Brain area tied to fear of losing money
Scientists in the U.S. and U.K. have identified a part of the human brain — the amygdala — that is responsible for our fear of losing money.
Their study found that two patients with a rare genetic disease that destroys the amygdalae — two, almond-shaped clusters in the brain's temporal lobe — showed no aversion at all to losing money.
The amygdala is known to be involved in registering rapid emotional reactions and making decisions.
"We already know that the amygdala is involved in processing fear, and it also appears to make us 'afraid' to risk losing money," said Ralph Adolphs of Caltech, in a statement.
In the research, published this week in the Proceedings of the National Academy of Sciences, the two patients with the amygdala lesions and 12 people with normal brains were asked if they were take a series of gambles.
Each participant was given $50. They were then asked if they would gamble their money on a coin toss where the amount the participant could win or lose was determined by a computer program.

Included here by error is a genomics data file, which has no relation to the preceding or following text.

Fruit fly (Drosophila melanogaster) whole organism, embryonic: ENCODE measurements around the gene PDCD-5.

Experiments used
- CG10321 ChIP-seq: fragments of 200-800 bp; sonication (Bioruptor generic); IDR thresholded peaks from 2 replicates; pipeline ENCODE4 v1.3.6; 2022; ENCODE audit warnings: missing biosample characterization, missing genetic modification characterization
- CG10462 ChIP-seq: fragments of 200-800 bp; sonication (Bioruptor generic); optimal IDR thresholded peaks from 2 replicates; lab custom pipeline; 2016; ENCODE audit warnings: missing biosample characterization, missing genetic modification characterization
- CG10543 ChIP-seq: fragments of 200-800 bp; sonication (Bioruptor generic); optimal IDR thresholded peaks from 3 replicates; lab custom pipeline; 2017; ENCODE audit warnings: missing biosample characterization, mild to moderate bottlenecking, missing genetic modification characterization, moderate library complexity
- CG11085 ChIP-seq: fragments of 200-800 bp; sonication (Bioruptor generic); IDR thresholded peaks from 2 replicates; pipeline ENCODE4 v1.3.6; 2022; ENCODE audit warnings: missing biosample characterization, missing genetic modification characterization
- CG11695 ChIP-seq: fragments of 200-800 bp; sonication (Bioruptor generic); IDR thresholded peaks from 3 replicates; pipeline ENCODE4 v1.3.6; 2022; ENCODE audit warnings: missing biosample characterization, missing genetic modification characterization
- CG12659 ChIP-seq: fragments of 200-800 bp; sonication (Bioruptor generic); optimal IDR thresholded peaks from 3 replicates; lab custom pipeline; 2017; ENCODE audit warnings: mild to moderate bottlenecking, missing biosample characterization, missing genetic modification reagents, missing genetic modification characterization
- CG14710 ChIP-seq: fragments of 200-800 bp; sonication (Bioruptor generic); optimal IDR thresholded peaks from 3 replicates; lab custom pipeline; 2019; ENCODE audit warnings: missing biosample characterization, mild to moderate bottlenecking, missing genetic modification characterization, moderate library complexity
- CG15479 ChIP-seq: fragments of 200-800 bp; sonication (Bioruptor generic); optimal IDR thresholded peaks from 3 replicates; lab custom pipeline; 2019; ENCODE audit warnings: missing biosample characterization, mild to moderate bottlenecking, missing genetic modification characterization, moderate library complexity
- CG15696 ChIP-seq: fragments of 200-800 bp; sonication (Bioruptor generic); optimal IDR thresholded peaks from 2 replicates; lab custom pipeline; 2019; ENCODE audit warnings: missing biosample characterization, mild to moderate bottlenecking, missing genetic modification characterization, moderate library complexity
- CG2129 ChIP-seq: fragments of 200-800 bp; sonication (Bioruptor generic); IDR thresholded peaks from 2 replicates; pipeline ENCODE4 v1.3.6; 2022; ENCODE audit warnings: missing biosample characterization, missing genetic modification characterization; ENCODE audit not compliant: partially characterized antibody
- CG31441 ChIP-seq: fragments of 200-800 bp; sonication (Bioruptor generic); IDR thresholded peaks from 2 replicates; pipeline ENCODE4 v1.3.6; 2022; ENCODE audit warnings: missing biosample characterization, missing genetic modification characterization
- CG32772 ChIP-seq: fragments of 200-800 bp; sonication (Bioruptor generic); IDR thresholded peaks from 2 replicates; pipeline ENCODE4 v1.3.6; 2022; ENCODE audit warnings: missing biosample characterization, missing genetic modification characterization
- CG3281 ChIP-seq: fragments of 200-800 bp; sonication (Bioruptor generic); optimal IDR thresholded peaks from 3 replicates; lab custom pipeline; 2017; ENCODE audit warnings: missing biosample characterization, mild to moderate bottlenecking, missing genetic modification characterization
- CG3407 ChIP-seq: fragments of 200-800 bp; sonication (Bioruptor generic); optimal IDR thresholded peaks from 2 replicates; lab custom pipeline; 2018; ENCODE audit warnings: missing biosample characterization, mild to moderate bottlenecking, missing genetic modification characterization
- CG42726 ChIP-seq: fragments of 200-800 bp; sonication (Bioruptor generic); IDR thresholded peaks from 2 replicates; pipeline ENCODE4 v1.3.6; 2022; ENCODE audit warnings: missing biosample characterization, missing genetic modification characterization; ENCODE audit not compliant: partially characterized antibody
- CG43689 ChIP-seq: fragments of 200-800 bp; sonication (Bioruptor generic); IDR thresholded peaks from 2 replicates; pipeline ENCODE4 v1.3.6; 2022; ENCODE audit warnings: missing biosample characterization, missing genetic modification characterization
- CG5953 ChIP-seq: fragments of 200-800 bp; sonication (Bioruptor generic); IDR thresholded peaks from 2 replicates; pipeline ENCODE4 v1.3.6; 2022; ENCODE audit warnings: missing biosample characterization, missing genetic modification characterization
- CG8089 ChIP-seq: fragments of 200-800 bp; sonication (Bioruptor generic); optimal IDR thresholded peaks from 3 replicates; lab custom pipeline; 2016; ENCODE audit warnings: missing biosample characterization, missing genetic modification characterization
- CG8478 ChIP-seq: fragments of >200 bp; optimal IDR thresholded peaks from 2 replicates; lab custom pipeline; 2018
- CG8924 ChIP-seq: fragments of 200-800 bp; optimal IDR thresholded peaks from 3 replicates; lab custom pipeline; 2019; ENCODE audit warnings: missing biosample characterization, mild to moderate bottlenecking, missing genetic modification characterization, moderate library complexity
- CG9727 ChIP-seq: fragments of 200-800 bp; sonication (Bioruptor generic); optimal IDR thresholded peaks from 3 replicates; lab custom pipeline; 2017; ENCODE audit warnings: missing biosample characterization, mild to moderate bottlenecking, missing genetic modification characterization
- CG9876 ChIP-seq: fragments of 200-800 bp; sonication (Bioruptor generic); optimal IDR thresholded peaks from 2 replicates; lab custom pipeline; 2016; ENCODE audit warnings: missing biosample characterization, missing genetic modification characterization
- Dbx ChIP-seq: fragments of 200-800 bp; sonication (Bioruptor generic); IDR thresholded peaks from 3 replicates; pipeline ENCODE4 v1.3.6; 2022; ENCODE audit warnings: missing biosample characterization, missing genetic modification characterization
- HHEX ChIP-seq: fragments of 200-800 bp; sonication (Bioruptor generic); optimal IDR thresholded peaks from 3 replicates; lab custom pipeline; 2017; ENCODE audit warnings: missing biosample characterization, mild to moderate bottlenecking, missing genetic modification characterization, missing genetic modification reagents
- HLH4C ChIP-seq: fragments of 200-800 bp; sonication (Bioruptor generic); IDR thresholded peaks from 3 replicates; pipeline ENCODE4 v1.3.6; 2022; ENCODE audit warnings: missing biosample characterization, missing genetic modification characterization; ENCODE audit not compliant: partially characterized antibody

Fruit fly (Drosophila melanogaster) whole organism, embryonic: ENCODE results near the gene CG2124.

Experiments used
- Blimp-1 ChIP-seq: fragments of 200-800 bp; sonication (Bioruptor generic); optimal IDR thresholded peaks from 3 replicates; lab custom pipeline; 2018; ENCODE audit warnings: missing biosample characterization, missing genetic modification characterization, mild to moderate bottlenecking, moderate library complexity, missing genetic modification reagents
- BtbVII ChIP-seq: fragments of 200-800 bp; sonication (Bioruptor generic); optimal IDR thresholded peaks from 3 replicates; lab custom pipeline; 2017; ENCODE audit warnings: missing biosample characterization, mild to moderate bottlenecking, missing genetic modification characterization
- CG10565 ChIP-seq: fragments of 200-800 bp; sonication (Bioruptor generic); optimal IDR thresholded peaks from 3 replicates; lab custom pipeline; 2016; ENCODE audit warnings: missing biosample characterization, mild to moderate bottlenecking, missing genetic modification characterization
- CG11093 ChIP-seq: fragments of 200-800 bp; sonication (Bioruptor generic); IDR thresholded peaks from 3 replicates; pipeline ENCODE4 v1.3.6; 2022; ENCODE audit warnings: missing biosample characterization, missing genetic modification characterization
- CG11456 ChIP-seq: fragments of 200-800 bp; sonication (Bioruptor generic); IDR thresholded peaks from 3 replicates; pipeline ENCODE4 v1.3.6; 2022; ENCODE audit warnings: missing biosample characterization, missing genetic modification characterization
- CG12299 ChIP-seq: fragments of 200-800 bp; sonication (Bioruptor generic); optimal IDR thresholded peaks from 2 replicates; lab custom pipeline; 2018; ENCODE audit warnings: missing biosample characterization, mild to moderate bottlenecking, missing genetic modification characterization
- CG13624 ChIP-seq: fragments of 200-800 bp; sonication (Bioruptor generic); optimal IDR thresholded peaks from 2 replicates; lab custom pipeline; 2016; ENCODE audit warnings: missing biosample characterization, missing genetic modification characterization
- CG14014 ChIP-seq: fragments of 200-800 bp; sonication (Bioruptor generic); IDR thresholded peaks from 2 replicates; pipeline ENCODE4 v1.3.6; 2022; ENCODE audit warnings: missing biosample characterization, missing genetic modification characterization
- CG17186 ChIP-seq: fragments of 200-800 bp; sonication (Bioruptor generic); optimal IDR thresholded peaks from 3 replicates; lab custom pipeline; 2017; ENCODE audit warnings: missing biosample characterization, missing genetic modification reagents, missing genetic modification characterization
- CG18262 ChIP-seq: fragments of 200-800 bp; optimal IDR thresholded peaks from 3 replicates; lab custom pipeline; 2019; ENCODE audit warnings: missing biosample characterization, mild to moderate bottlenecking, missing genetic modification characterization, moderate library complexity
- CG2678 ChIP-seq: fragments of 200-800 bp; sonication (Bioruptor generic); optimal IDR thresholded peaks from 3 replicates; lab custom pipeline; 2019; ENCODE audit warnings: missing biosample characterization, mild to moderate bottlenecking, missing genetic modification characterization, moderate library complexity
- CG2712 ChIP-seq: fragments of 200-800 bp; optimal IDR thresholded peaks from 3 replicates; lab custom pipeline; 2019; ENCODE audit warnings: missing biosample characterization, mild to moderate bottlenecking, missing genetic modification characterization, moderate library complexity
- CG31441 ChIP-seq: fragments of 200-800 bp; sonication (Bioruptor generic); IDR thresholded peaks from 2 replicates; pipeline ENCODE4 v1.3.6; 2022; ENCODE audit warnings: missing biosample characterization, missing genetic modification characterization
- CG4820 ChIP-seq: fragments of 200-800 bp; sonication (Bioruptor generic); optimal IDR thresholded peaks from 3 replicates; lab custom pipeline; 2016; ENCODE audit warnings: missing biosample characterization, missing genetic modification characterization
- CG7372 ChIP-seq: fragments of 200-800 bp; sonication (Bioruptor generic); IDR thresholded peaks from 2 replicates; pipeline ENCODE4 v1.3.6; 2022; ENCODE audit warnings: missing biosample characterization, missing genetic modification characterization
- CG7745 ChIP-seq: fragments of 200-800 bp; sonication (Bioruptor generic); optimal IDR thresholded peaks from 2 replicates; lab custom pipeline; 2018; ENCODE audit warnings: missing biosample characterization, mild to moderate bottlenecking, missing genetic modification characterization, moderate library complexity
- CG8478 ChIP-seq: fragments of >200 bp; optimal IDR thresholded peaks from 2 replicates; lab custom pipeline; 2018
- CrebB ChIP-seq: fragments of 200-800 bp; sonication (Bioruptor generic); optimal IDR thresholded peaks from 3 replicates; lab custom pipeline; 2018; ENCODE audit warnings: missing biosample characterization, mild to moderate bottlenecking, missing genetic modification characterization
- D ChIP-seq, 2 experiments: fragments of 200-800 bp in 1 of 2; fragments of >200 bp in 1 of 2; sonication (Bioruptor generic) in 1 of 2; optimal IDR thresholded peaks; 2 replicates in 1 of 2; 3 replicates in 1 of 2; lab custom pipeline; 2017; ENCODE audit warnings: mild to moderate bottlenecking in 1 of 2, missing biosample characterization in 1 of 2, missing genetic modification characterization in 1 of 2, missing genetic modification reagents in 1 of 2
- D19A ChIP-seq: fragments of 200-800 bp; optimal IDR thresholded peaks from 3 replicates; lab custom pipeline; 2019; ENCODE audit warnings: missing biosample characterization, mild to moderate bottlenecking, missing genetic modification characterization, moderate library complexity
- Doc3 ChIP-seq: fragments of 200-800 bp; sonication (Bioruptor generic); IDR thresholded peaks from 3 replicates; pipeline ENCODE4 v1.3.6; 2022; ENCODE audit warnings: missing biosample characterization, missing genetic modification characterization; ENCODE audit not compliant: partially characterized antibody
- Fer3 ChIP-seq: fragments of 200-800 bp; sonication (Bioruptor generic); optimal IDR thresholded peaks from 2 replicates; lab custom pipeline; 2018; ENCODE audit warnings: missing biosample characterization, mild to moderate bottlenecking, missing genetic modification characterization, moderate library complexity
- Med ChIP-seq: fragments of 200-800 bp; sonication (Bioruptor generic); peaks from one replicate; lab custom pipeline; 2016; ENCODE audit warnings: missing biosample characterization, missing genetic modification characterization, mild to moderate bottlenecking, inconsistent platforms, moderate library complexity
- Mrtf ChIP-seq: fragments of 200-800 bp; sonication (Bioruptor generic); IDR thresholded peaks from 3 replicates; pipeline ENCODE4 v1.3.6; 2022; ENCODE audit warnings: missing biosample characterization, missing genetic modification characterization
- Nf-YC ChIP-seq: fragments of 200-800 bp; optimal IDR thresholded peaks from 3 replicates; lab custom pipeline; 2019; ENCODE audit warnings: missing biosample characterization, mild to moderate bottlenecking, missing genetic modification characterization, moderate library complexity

For example, the computer might ask if the participant would gamble on the outcome of a coin toss when they might stand to win $50 or lose $20. Another time, they might stand to win $30 or lose $40.
The researchers found that the control group, as expected, were more likely to take the gamble when the potential winnings were higher and the potential losses were lower, and when the potential losses outweighed the potential winning, they didn't take the wager at all.
The two patients with damaged amygdalae, however, were both more likely to take risky gambles than the participants of the same age and education level with no amygdala damage.
In some cases would choose to gamble even if the potential losses outweighed the potential gains.
"A fully-functioning amygdala appears to make us more cautious," said Adolphus.
The researchers said the study could offer insight into economic behaviour and decision-making.
"Monetary-loss aversion has been studied in behavioural economics for some time, but this is the first time that patients have been reported who lack it entirely," said Benedetto de Martino, a Caltech visiting researcher from University College London.
"It may be that the amygdala controls a very general biological mechanism for inhibiting risky behaviour when outcomes are potentially negative, such as the monetary loss aversion which shapes our everyday financial decisions," said de Benedetto.